A new class of semiconducting polymers for bulk heterojunction solar cells with exceptionally high performance

Yongye Liang, Luping Yu
Accounts of Chemical Research 2010 September 21, 43 (9): 1227-36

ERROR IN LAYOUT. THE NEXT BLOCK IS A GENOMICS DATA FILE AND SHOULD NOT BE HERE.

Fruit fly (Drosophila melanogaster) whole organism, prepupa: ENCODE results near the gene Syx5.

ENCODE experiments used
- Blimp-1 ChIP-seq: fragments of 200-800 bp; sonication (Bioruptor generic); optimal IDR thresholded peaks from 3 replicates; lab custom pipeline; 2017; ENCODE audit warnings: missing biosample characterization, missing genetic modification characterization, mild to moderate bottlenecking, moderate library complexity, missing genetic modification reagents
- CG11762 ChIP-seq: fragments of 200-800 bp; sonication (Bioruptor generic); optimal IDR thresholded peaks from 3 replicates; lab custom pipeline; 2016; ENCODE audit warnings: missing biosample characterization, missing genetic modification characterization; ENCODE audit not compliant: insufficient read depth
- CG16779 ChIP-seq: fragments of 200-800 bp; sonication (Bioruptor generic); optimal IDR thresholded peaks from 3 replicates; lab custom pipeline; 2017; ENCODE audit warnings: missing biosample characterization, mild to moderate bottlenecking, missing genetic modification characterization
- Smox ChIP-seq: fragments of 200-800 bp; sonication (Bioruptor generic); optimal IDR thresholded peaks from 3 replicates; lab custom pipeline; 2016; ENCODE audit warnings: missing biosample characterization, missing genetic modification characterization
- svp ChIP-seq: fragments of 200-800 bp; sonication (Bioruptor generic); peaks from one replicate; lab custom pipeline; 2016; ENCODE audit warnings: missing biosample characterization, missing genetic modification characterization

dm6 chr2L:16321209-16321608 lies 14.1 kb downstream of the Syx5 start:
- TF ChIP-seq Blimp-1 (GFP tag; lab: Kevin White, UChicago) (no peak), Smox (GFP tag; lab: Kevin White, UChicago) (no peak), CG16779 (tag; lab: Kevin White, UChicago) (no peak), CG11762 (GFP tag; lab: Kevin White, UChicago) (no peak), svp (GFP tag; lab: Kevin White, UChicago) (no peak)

Solar cells based on the polymer-fullerene bulk heterojunction (BHJ) concept are an attractive class of low-cost solar energy harvesting devices. Because the power conversion efficiency (PCE) of these solar cells is still significantly lower than that of their inorganic counterparts, however, materials design and device engineering efforts are directed toward improving their output. A variety of factors limit the performance of BHJ solar cells, but the properties of the materials in the active layer are the primary determinant of their overall efficiency. The ideal polymer in a BHJ structure should exhibit the following set of physical properties: a broad absorption with high coefficient in the solar spectrum to efficiently harvest solar energy, a bicontinuous network with domain width within twice that of the exciton diffusion length, and high donor-acceptor interfacial area to favor exciton dissociation and efficient transport of separated charges to the respective electrodes. To facilitate exciton dissociation, the lowest unoccupied molecular orbital (LUMO) energy level of the donor must have a proper match with that of the acceptor to provide enough driving force for charge separation. The polymer should have a low-lying highest occupied molecular orbital (HOMO) energy level to provide a large open circuit voltage (V(oc)). All of these desired properties must be synergistically integrated to maximize solar cell performance. However, it is difficult to design a polymer to fulfill all these requirements. In this Account, we summarize our recent progress in developing a new class of semiconducting polymers, which represents the first polymeric system to generate solar PCE greater than 7%. The polymer system is composed of thieno[3,4-b]thiophene and benzodithiophene alternating units. These polymers have low bandgaps and exhibit efficient absorption throughout the region of greatest photon flux in the solar spectrum (around 700 nm). The stabilization of the quinoidal structure from thieno[3,4-b]thiophene is believed to be primarily responsible for these properties. Additionally, the rigid backbone enables the polymer to form an assembly with high hole mobility. Proper side chains on the polymer backbone ensure good solubility and miscibility with fullerene acceptors. The flexibility in structural tuning on the polymer backbone provides the polymers with relatively low-lying HOMO energy levels and enhanced V(oc), short-circuit current density (J(sc)), and fill factor (FF) and, thus, enhanced PCE. All of these features indicate that the polymer system exhibits a host of properties that are indeed synergistically combined, leading to the enhancement in solar cell output. Our preliminary results demonstrate why these polymers are excellent materials for solar energy conversion and represent prime candidates for further improvements through research and development.

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